The peptides were chemically synthesized and purified (>95%) by GeneMed Synthesis, TX. One of the methods to estimate peptide hydrophobicity is to measure its retention time by HPLC (Chen et al. (2005) J. Biol. Chem., 280:12316-12329; Wang et al. (2012) Biochemistry 51:653-664). This was done on a Waters HPLC system equipped with an analytical reverse-phase Vydac C18 column (250×4.6 mm) The peptide was eluted by a linear gradient of acetonitrile (containing 0.1% TFA) from 5% to 95% at a flow rate of 1 ml/minute. The peptide peak was detected by UV at 220 nm.
Organisms and Antibacterial Activity Assays.
The bacterial strains used in the study are Bacillus subtilis 168, methicillin-resistant Staphylococcus aureus USA300 LAC (Gram-positive), Escherichia coli K12, and Pseudomonas aeruginosa PAO1 (Gram negative). The antibacterial activities of the peptides were determined using the standard broth microdilution method (Wang et al. (2005) J. Biol. Chem., 280:5803-5811). In brief, the bacterial culture (90 μL) was treated with a series of peptide solutions (10 μL), each with two-fold dilution. After overnight incubation at 37° C., the microplate was read on a ChroMate® 4300 Microplate Reader at 630 nm (GMI, Ramsey, Minn.). The MIC was defined as the lowest peptide concentration that fully inhibited bacterial growth.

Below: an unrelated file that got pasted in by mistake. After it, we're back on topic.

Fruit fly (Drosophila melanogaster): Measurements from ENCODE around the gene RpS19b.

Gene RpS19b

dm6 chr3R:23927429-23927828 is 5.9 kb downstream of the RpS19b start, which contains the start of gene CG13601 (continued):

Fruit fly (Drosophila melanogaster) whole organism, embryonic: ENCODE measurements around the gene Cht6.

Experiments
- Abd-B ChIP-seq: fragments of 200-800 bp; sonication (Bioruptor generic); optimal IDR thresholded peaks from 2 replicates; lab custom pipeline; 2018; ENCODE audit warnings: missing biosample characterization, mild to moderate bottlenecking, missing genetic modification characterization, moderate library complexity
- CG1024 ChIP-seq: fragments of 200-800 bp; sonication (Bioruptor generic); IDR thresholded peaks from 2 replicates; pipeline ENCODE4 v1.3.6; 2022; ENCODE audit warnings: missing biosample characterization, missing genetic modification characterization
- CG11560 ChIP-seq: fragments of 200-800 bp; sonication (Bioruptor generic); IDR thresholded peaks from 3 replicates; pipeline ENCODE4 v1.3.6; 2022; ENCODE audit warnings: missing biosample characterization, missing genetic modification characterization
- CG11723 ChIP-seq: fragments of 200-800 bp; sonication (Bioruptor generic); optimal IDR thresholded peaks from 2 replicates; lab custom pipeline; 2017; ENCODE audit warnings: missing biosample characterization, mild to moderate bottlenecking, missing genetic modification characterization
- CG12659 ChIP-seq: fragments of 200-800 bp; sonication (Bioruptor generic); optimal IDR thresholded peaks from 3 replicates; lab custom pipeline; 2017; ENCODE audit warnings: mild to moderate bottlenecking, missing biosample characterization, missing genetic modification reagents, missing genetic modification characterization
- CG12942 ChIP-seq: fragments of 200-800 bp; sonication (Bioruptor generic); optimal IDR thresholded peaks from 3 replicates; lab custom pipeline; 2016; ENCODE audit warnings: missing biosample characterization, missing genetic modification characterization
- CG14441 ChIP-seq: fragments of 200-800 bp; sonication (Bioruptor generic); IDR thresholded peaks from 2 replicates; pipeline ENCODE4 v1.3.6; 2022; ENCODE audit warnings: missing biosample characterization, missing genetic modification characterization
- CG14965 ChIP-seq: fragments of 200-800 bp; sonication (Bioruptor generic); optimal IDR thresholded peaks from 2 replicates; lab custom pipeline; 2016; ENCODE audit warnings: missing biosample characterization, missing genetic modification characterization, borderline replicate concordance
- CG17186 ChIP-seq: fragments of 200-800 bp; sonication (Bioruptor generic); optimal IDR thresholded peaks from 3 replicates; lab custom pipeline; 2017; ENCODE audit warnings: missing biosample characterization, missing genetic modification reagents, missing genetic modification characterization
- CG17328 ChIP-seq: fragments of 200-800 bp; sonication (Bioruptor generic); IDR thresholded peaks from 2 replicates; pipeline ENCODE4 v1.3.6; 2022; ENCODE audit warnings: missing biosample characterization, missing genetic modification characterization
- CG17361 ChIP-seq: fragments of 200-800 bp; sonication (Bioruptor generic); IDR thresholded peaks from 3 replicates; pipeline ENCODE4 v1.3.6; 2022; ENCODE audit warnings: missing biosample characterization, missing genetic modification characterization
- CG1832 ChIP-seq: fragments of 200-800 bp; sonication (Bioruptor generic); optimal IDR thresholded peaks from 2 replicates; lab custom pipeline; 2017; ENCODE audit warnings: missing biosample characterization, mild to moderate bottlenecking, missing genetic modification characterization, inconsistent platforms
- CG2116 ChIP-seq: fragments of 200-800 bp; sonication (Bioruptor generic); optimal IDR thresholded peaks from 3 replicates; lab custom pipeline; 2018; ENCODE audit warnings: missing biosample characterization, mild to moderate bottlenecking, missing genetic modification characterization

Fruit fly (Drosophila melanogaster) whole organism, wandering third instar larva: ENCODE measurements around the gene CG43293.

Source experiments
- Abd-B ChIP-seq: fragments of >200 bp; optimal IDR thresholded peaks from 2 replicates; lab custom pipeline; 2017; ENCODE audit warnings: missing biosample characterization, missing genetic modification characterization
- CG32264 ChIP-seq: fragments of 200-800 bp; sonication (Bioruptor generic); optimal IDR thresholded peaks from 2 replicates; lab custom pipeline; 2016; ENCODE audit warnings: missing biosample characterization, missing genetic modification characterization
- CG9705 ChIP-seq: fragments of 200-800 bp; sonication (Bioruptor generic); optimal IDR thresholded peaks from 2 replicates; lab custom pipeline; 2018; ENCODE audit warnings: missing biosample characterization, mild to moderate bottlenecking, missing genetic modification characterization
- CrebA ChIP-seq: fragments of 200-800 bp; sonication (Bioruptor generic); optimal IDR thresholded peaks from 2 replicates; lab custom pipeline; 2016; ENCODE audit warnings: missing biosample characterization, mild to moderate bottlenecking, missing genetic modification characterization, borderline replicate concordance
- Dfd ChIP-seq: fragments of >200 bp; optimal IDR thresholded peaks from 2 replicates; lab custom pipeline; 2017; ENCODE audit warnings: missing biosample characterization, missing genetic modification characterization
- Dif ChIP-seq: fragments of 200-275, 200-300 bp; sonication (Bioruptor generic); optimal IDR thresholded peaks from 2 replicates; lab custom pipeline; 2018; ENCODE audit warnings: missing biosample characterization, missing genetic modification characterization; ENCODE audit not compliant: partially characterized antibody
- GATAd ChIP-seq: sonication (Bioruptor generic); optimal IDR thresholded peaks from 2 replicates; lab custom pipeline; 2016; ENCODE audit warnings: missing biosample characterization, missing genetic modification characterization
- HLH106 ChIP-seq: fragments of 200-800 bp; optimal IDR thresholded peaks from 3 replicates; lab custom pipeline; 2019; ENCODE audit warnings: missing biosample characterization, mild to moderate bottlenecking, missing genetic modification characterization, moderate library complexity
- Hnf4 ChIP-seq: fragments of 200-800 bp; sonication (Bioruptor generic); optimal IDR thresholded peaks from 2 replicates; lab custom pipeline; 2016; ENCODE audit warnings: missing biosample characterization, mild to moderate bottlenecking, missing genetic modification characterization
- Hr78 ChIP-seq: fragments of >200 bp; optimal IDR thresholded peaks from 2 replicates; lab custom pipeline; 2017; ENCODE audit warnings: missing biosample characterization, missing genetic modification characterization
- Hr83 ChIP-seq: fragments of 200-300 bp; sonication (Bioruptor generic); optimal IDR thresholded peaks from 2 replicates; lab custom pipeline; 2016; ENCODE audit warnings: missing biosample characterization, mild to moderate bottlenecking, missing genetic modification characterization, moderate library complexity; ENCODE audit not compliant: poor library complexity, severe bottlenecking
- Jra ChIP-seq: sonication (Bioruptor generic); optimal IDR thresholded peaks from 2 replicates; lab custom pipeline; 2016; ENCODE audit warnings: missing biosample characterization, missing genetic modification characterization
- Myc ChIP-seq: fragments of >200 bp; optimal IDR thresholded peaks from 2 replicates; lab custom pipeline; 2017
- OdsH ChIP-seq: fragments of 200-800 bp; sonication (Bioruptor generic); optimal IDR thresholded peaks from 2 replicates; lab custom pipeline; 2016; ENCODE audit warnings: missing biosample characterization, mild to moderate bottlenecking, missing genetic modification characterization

Measurements of the Minimal Hemolytic Concentration.
Peptide hemolysis was assayed using an established protocol (Malmsten et al. (2011) PLoS One 6:e16400). In brief, fresh blood, obtained from the UNMC Blood Bank, was washed three times with PBS buffer and made into a 5% solution. To 90 μL of this solution, 10 μL of a peptide solution was added and incubated at 37° C. for one hour. After centrifugation at 13,000 rpm, aliquots of the supernatant were transferred to a fresh 96 well microplate. The absorbance of the solutions was measured at 545 nm to detect the amount of hemoglobin released. The percent lysis was calculated by assuming 100% release when treated with 2% Triton X-100 and no lysis (0%) when treated with PBS buffer. HL50 was the peptide concentration that caused 50% lysis of human erythrocytes. The cell selectivity (CS) indexes were calculated as the ratio of HL50 to the MIC of the peptide against S. aureus USA300.
Transmission Electron Microscopy.
S. aureus USA300 were grown in LB medium at 37° C. to the mid-logarithmic phase. Five mL of the culture was treated with the peptide DFTamp1 at 2× or 8×MIC for 1 hour. After washing with PBS, cells were fixed with a solution of 2% paraformaldehyde and 2% glutaraldehyde in 0.1 M PBS. The untreated control sample was processed in the same way. Ten μL of the bacterial suspension was adsorbed onto 200 mesh copper grids coated with formvar and silicon monoxide for 2 min, dried with the help of a blotting paper and then negatively stained by two drops of Nanovan® (Nanoprobes). Samples were observed in FEI Technai G2 TEM operated at 80 kV accelerating voltage.